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Thoughts about the relationships between transport and the urban area it serves

Archive for the ‘alternative transportation fuel’ Category

Green group questions economic sense of hydrogen buses

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It was a while ago now that I questioned the hydrogen bus plan for Whistler,  in fact May 1, 2007. That post attracted a comment from someone using the pen name “Astrolounge” who is obviously an insider, since (s)he revealed that the “plan” was even worse than I imagined. Over two years later and long after most of the money has been spent, Ian Bruce of the David Suzuki Foundation has caught up – and is now being quoted by the Province yesterday.

Bruce says he is concerned about the priority of spending on the hydrogen buses as part of the 12-year $14-billion provincial transit plan announced in January of 2008.

“The new money was roughly $11 billion and of that just under $5 billion was committed from the province,” said Bruce. “Yet in the last budget we had roughly $150 million (toward public transit) so it is not even putting us close to being on track.”

The so called “transit plan” was bogus. I said that at the time as well. There was never any money – other than the funds committed to the Canada Line and this daft Olympic showcase as part of the “hydrogen highway”. The plan relied on money from the feds, and from the municipal level as well. Neither was consulted – and no commitments by either were ever made. The “plan” was simply a hasty rehashing of earlier proposals, designed to look like a plan. And there was never any thought given to how these projects might get enough operational funding.

The Gordon Campbell government was, as that time, looking forward to the election, and trying to appear green. Somehow they managed to work this trick with a totally inadequate carbon tax. Carol James seized on this as her (failed) strategy, when it would have been much easier to discredit the BC Liberals due to their much greater commitment to greenhouse gas increases through the Gateway – a major freeway expansion – the expansion of oil, gas and coal extraction and the yet to be realised plans to build more pipelines to export tar sands output, as well as the very real threat to open up drilling for oil around Haida Gwai.

Added to the question of costs is the fact that the hydrogen has to be bused in from Quebec, as it cannot be produced in B.C. in great enough quantities.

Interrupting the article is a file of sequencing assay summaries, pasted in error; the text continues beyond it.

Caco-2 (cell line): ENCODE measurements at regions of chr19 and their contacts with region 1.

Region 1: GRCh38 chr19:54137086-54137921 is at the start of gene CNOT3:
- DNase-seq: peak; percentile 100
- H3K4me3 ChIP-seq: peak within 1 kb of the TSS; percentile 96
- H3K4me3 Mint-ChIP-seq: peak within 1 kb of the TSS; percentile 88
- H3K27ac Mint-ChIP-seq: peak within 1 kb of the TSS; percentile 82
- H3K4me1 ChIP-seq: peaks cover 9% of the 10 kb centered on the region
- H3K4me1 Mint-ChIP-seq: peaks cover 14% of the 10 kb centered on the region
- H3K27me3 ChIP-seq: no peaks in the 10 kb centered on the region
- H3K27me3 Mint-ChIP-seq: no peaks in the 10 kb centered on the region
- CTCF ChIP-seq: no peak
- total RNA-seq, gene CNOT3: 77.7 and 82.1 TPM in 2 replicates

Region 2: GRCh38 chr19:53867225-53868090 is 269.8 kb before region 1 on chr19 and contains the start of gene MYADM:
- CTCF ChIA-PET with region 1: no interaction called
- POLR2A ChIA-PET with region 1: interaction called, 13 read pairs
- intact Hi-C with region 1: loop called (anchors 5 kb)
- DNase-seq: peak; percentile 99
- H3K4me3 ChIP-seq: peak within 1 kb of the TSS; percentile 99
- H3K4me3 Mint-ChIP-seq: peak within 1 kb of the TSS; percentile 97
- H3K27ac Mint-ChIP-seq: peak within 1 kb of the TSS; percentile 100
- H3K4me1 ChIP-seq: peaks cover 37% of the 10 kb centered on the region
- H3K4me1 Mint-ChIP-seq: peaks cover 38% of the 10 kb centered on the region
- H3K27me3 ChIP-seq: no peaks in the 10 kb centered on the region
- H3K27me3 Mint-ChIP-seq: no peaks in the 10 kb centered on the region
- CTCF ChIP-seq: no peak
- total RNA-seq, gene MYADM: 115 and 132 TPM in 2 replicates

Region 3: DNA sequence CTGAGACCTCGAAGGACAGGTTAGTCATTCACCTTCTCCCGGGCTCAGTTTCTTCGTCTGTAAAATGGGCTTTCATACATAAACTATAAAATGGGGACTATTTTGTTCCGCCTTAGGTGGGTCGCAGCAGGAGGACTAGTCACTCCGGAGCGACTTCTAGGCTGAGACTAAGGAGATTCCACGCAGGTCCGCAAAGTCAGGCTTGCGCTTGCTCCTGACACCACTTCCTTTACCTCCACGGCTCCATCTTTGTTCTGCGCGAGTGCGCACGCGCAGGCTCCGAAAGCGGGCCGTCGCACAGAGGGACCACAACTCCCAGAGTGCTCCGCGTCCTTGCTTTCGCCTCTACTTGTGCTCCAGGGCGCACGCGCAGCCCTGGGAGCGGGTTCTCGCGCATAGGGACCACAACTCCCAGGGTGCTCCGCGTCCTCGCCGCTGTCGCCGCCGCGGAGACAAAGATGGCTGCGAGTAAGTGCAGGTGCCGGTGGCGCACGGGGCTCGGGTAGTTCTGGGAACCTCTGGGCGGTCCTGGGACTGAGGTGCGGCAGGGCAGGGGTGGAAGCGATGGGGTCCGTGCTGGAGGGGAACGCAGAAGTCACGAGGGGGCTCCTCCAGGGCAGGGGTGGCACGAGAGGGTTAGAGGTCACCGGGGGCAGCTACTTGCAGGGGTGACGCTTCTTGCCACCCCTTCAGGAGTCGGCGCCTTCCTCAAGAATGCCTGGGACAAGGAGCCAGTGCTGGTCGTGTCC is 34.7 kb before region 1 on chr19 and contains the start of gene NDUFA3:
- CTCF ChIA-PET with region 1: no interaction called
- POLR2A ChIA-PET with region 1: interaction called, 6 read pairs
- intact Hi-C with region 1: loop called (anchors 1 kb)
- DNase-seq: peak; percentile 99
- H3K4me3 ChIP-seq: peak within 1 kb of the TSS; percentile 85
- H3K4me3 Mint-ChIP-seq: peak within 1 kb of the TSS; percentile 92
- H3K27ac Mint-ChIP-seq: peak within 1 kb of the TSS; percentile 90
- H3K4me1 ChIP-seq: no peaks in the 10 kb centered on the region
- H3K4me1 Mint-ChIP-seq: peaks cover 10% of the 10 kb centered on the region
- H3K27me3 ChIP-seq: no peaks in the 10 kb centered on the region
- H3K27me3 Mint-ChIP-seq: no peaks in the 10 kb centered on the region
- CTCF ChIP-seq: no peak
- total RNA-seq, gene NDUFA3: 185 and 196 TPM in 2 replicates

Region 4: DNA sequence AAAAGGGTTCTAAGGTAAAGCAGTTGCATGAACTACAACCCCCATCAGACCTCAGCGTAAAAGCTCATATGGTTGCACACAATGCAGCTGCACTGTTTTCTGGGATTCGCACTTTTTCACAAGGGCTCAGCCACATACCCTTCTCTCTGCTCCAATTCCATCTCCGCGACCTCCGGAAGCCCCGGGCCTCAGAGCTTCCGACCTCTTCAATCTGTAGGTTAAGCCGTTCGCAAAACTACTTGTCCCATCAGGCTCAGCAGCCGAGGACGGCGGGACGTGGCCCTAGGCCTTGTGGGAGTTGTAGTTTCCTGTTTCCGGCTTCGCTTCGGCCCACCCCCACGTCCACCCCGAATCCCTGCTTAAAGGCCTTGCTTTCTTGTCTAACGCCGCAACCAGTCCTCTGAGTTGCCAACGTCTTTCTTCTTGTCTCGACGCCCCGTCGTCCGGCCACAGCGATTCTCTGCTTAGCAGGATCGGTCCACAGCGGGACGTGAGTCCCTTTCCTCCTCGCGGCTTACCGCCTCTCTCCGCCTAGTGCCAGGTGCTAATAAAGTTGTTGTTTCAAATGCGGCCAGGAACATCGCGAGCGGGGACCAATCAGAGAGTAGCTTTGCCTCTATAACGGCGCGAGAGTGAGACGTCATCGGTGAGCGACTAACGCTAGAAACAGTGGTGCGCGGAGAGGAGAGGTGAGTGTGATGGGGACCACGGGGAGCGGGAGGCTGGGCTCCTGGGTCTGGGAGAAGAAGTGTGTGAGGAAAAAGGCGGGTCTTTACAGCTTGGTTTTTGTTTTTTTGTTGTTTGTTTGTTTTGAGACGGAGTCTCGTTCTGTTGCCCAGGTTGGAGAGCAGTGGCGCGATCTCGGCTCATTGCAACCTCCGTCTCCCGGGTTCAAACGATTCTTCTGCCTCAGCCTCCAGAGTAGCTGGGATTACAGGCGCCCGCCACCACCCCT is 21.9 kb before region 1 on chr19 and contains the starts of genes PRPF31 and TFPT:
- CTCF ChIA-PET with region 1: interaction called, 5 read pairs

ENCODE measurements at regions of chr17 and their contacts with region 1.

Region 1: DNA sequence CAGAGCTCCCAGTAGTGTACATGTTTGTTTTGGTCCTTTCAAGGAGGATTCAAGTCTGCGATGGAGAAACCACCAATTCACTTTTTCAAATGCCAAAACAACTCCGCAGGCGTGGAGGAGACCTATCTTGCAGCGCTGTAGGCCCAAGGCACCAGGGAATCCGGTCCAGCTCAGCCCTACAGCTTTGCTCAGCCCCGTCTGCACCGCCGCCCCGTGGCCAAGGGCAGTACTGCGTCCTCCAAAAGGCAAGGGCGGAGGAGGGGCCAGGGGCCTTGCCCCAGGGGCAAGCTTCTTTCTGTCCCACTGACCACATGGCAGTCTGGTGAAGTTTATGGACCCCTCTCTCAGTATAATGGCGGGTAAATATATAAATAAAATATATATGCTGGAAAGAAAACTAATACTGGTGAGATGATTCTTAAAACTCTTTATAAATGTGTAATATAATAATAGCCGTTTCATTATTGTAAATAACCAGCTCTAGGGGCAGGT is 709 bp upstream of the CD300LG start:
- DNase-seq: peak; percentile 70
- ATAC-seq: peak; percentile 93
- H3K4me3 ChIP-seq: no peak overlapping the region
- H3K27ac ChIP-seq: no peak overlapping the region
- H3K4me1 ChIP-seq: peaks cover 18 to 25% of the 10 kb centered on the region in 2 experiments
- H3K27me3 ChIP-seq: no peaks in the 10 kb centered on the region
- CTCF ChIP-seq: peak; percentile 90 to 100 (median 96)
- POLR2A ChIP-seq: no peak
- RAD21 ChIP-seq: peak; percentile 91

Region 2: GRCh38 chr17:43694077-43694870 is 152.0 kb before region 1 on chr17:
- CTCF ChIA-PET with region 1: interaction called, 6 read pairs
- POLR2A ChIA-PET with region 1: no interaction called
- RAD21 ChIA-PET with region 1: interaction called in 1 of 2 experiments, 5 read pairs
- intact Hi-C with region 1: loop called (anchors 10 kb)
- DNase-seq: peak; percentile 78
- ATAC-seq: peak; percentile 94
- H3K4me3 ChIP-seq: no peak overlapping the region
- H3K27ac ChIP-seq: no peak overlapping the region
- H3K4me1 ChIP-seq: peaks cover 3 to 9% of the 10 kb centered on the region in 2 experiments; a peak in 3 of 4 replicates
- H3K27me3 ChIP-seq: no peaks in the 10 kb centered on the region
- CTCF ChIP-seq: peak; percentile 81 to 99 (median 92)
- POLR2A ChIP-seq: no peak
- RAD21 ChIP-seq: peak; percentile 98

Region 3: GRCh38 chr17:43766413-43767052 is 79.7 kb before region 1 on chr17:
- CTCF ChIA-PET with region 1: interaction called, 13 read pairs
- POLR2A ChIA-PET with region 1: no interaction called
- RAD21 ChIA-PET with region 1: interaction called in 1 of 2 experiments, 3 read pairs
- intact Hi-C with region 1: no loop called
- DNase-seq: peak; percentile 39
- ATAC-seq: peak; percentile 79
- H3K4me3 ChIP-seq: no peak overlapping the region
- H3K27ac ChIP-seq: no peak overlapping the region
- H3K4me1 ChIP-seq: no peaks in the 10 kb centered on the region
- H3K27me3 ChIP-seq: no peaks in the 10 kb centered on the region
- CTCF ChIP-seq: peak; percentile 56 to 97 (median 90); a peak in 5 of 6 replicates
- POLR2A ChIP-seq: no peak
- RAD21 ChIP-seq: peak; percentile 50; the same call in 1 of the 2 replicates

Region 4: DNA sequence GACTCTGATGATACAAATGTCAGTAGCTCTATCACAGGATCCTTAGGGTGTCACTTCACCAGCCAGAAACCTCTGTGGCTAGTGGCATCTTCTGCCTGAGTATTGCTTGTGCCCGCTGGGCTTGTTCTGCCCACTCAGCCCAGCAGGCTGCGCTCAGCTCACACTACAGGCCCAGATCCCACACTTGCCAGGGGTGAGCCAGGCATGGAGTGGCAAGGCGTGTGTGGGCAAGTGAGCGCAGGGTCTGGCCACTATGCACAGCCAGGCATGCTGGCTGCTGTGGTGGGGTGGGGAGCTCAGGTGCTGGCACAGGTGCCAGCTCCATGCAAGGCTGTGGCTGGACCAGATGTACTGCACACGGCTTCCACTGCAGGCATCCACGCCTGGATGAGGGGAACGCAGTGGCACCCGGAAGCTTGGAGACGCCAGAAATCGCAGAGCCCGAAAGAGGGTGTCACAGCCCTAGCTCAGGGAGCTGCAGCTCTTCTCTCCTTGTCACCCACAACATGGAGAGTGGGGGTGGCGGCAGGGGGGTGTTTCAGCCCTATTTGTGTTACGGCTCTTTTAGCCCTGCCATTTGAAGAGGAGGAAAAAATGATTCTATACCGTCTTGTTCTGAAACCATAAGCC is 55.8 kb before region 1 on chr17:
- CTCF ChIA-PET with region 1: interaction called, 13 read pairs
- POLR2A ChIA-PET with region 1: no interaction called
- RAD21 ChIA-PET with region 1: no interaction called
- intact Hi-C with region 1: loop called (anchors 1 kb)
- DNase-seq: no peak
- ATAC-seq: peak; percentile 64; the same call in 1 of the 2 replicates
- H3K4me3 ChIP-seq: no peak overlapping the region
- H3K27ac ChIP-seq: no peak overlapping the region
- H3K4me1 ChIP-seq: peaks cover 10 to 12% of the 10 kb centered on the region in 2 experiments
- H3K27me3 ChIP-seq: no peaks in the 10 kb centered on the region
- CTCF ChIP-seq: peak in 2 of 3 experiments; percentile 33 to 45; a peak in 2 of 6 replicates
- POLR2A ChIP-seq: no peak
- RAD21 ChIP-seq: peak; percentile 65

Actually that’s nonsense too. If you are going to spend these sorts of sums, a new electrolysis plant running off our own abundant hydro resources should not have been too difficult. After all, how can you have a hydrogen highway without the hydrogen? Of course, the fact that apart form these buses there are no hydrogen vehicles that need the fuel now or in the foreseeable future is just one of those nitpicking details that can be readily dismissed.

But, said BC Transit spokeswoman Joanna Morton, investing in future technologies is a must.

Actually, it isn’t. There are all sorts of well proven technologies that would increase transit use, reduce car dependency and start building a greener future. The problem is that would require a government that understands how transportation and land use needs to be changed to a more sustainable model. That would, for a start, mean abandoning freeway widening – something that Gordon Campbell has made clear he has no intention of doing even though studies the government themselves sponsored show will increase ghg emissions. It would also mean that some new funding source would have to be found to ensure that the proposed capital projects would actually be able to be operated. This is the most pressing problem in Greater Vancouver – not for BC Transit, since none of the other cities in the province will ever see modern transit investment in anything other than buses. Translink  (SoCoBriTCA) cannot afford any system expansion – and has simply raised fares and taxes to keep operating the same system it has now for the forseeable future.

The real question that needs to be answered is why this government can find millions for hydrogen buses which cannot operate effectively in Whistler and meets no identifiable needs at all, when all sorts of worthwhile projects that would increase transit use and enable a more efficient land use pattern are neglected. The Evergreen Line is the one that springs to mind, but let’s assume that BC Transit has to be involved and needs to spend in other places – so perhaps Rail for the Valley and on the E&N on the Island  come to mind. Or perhaps streetcars for Victoria. None of these looks Olympic of course. None offer photo ops with the Governator. But they would actually work to increase transit use and encourage transit oriented development, and thus actually do something effective about ghg emissions. Something that can not be claimed for hydrogen buses in Whistler.

Written by Stephen Rees

November 23, 2009 at 10:12 am

CNG is not worth the extra cost